Golfers with a strong, properly functioning core will have more power off the tee and a less likelihood of hurting their lower backs. (Credit: Adobe Stock)

Cause #2: Limited Mobility

When we are talking about limited mobility, we are, again, not talking specifically about the lower back, but about areas around the lower back. Many people actually have hypermobility (too much mobility) in the lower back due to faulty posture compensations. The upper back, however, is fraught with issues as a result of modern work and sedentary lifestyles.

Kyphosis means excessive rounding in the upper back; a hunchback posture. This posture is often coupled with forward head posture, where the chin juts forward and our head sits far ahead of the collarbone. When we sit for prolonged periods of time (at the office, on the couch or in the car) we often fall into this posture, and overstretch our upper backs as a result.

Having a tight upper back is bad news for a golfer. Recoiling into the backswing and completing the follow-through both require tremendous mobility in the upper spine. When there is restriction in this area, the force that would normally work through these structures becomes stuck and redirected, and it often gets shot right into the lower back as the body looks for an outlet.

Use of our phones is another common culprit in creating the kinds of postural problems we are talking about. (Credit: Adobe Stock)

Fix: Mobilize & Strengthen the Upper Back

As a result of spending so much time in slouched positions, our backs are very susceptible to adapting permanently to such postures in an effort to make them more comfortable for us. This has a lot of drawbacks, especially for golfers. We need to first get the upper spine moving, and then strengthen the muscles around it to promote better posture full-time.

A foam roller will be required. Lay with the roller positioned at the top of your upper back in between your shoulder blades. Gently bend back and forth over the roller, trying not to arch your lower back (pictured below). Use small movements, and focus on trying to feel the vertebrae moving. Stay on a segment until you feel it loosen. Repeat down the spine, to the lower chest.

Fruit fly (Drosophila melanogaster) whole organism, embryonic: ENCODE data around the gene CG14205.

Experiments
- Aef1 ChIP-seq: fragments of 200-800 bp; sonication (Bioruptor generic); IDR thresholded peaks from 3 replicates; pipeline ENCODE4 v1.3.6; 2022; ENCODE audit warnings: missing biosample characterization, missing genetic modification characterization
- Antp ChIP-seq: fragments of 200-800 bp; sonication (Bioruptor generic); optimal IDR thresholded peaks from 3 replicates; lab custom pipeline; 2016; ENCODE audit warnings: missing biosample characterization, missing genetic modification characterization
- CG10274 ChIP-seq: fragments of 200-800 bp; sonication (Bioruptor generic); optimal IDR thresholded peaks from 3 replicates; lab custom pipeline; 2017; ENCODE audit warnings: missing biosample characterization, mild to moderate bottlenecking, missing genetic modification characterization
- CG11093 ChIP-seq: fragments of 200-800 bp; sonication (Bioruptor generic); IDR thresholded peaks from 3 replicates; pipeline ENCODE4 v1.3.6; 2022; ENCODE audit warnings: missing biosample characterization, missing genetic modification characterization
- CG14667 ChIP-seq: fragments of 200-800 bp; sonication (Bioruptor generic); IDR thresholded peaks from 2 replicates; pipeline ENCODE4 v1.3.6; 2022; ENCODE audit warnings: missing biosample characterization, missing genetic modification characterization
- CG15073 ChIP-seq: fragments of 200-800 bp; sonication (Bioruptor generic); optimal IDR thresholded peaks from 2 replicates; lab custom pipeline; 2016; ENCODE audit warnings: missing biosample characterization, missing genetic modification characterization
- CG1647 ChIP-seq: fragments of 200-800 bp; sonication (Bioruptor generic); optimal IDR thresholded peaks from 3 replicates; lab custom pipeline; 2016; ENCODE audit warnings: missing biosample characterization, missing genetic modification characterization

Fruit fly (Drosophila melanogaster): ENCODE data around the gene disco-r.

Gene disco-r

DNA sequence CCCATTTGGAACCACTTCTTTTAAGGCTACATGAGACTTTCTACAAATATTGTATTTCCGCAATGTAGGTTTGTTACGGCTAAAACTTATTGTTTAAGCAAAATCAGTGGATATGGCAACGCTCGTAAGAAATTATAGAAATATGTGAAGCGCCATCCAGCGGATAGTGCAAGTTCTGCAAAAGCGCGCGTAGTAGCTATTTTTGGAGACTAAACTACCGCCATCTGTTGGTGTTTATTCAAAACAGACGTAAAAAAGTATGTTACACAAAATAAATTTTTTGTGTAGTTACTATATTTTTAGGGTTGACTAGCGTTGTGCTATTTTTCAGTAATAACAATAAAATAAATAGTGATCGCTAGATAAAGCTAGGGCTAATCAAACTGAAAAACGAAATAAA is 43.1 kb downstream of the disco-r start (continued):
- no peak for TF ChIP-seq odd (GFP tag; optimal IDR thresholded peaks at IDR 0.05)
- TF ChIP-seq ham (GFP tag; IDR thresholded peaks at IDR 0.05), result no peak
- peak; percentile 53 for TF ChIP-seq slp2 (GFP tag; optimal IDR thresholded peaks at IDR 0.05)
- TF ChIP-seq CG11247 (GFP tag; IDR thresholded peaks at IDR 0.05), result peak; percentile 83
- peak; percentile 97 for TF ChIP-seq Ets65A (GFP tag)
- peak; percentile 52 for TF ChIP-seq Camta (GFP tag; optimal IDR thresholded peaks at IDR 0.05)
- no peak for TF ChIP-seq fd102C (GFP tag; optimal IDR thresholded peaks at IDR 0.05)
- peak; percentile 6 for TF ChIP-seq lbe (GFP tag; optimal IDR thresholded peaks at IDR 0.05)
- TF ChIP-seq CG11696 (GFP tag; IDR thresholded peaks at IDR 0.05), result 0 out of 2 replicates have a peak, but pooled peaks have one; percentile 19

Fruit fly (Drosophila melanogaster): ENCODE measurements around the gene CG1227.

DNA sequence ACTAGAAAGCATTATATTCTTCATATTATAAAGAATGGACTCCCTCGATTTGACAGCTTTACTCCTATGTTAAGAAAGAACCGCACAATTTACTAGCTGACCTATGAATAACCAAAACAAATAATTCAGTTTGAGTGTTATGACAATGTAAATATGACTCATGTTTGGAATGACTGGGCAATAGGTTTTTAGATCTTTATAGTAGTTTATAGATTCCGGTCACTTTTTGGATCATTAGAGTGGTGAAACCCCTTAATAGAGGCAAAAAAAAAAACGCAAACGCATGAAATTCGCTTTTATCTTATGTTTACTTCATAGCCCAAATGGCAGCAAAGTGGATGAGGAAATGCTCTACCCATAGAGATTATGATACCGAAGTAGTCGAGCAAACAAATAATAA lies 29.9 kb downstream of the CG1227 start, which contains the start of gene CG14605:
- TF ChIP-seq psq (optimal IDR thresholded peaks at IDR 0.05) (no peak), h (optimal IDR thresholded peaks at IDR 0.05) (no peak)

Gently arch your back over the roller, it will be a very small movement.

Once the vertebrae start loosening up, we want to strengthen the upper back to keep it in a good position. To do this, perform the exercise pictured below, called Cobra Swims. This exercise works on extending the upper spine, and then strengthening muscles in the shoulders and upper/lower back to promote good posture and, resultantly, more powerful, stable swings.


Cobra Swims - Dynamic Golfers


  1. Perform this AFTER the mobility exercise
  2. Start in a prone (belly down) position with both hands behind your head
  3. Raise your elbows and chest up off the floor, squeezing the shoulder blades together
  4. Extend your arms straight out to the side, continuing to squeeze the upper back
  5. Reach your arms back behind you while keeping them elevated off the ground
  6. Reverse the sequence, coming back to the starting position
  7. Repeat 10 times for one set; complete 3-5 sets
  8. Rest for 30-60 seconds in between each set

Fix Lower Back Pain With Dynamic Golfers!

The exercises and advice given in this article are just a snippet of the information you receive when you become a member of Dynamic Golfers. We have hundreds of follow-along routines for strength training, mobility, flexibility and injury rehab. Join thousands of athletes worldwide learning how to golf pain-free by trying us out with a 7-day free trial!

Written by Eric Lister – Certified Personal Trainer & Corrective Exercise Specialist